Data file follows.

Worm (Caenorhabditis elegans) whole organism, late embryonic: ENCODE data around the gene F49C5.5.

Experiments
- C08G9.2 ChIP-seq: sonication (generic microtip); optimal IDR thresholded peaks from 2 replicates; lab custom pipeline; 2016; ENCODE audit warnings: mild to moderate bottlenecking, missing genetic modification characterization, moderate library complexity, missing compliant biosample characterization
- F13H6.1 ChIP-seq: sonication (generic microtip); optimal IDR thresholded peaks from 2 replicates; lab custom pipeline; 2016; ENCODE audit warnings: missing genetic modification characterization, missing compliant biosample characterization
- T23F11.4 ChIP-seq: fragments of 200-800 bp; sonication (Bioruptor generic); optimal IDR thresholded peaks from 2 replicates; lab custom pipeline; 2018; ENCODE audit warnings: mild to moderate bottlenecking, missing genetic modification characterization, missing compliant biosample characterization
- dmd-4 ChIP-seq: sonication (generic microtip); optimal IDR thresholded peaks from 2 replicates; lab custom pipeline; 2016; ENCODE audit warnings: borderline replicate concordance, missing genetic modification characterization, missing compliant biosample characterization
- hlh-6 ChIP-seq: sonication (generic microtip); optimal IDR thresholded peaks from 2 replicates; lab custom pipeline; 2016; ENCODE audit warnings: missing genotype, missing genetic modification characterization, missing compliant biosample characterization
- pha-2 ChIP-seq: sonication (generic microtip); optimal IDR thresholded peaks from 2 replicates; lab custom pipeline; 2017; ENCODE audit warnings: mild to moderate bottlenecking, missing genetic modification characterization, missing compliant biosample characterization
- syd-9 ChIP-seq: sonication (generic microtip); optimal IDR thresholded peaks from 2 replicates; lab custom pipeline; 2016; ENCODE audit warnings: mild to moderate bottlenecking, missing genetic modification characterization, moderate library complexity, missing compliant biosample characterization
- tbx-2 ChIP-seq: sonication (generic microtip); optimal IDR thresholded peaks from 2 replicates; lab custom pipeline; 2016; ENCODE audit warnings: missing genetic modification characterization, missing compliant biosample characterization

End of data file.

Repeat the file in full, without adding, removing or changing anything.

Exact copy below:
Worm (Caenorhabditis elegans) whole organism, late embryonic: ENCODE data around the gene F49C5.5.

Experiments
- C08G9.2 ChIP-seq: sonication (generic microtip); optimal IDR thresholded peaks from 2 replicates; lab custom pipeline; 2016; ENCODE audit warnings: mild to moderate bottlenecking, missing genetic modification characterization, moderate library complexity, missing compliant biosample characterization
- F13H6.1 ChIP-seq: sonication (generic microtip); optimal IDR thresholded peaks from 2 replicates; lab custom pipeline; 2016; ENCODE audit warnings: missing genetic modification characterization, missing compliant biosample characterization
- T23F11.4 ChIP-seq: fragments of 200-800 bp; sonication (Bioruptor generic); optimal IDR thresholded peaks from 2 replicates; lab custom pipeline; 2018; ENCODE audit warnings: mild to moderate bottlenecking, missing genetic modification characterization, missing compliant biosample characterization
- dmd-4 ChIP-seq: sonication (generic microtip); optimal IDR thresholded peaks from 2 replicates; lab custom pipeline; 2016; ENCODE audit warnings: borderline replicate concordance, missing genetic modification characterization, missing compliant biosample characterization
- hlh-6 ChIP-seq: sonication (generic microtip); optimal IDR thresholded peaks from 2 replicates; lab custom pipeline; 2016; ENCODE audit warnings: missing genotype, missing genetic modification characterization, missing compliant biosample characterization
- pha-2 ChIP-seq: sonication (generic microtip); optimal IDR thresholded peaks from 2 replicates; lab custom pipeline; 2017; ENCODE audit warnings: mild to moderate bottlenecking, missing genetic modification characterization, missing compliant biosample characterization
- syd-9 ChIP-seq: sonication (generic microtip); optimal IDR thresholded peaks from 2 replicates; lab custom pipeline; 2016; ENCODE audit warnings: mild to moderate bottlenecking, missing genetic modification characterization, moderate library complexity, missing compliant biosample characterization
- tbx-2 ChIP-seq: sonication (generic microtip); optimal IDR thresholded peaks from 2 replicates; lab custom pipeline; 2016; ENCODE audit warnings: missing genetic modification characterization, missing compliant biosample characterization